For a recent Yoga Calm workshop, school counselor Bonnie Cannon wrote an insightful commentary on her developing awareness of yoga as self-study and how this may benefit the children she works with. We asked if we could share her good words on our blog. We were happy to hear, “Yes.” Thanks, Bonnie!
The primary understanding that I took away from this weekend workshop, which I had not recognized before, was that yoga is self-study.
I had been teaching students poses, facilitating games and guiding discussions designed to elicit understandings and connections on a theoretical level, and the students had been responding positively. But I realized during this workshop that the teaching could be more powerful and more effective by helping students to connect, explore and understand their physical experiences as well.
With that in mind, I will now be asking more experiential questions: “How did that feel?” rather than, “What can we learn from that?” Most students are encouraged to spend an inordinate amount of time in their heads during the school day, and very little attention is paid to what is happening in their bodies. In fact, often they are expected to ignore or suppress what is happening in their bodies.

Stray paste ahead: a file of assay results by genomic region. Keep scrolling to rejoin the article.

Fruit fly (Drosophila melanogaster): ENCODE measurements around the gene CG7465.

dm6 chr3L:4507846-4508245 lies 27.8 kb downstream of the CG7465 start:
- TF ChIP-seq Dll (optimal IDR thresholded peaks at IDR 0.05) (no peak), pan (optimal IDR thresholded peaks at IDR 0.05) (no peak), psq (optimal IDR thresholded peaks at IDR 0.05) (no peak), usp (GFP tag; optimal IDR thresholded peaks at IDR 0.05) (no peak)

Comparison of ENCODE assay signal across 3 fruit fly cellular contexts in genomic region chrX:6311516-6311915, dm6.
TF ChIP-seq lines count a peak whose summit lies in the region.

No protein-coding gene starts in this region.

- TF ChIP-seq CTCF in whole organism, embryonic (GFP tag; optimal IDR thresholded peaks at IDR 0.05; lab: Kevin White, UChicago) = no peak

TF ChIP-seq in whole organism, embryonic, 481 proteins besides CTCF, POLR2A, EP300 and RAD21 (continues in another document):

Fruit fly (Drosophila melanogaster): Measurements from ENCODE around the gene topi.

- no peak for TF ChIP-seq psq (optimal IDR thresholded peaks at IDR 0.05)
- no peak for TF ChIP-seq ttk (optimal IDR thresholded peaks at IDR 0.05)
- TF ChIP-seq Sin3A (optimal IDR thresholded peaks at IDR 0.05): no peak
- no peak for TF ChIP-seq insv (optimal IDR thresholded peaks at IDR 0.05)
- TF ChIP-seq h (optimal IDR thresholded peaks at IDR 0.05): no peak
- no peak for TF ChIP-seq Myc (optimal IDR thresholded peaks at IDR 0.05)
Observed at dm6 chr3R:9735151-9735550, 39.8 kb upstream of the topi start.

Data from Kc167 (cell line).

But our bodies, our feelings, and our thoughts are intricately connected, and students will be most successful if we can provide a balanced educational experience that encourages them to understand what is happening in their bodies, how that affects what they are feeling, how that in turn affects what they are thinking, and how all of that affects their ability to learn and retain information presented in the classroom.
Students are not taught in a vacuum. A student who is experiencing high levels of chronic stress will not be able to attend to, retain and recall information as well as a student who is able to recognize stress in the body and release it.
The self-study focus of yoga and Yoga Calm helps students to better understand and recognize what is happening in their bodies so that they will be able to make decisions and take actions that benefit their bodies and maximize their ability to learn and reach their full potential. This can happen in targeted, direct ways such as learning to recognize when the body is hungry and the effects different foods have on it, and learning to fuel the body for optimum performance. It can also happen in less tangible ways such as experiencing the good feelings that come with giving and receiving a compliment or support during a task, and then continuing to compliment or support others, thereby increasing ones own confidence, self-esteem and serotonin levels, as well as creating a more positive, cooperative learning environment, all of which will ultimately lead to increases in academic performance.”
Read more on this topic here.